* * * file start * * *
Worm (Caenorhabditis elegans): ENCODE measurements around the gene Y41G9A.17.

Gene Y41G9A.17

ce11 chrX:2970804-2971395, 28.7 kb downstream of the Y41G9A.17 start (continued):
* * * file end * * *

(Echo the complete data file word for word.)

Worm (Caenorhabditis elegans): ENCODE measurements around the gene Y41G9A.17.

Gene Y41G9A.17

ce11 chrX:2970804-2971395, 28.7 kb downstream of the Y41G9A.17 start (continued):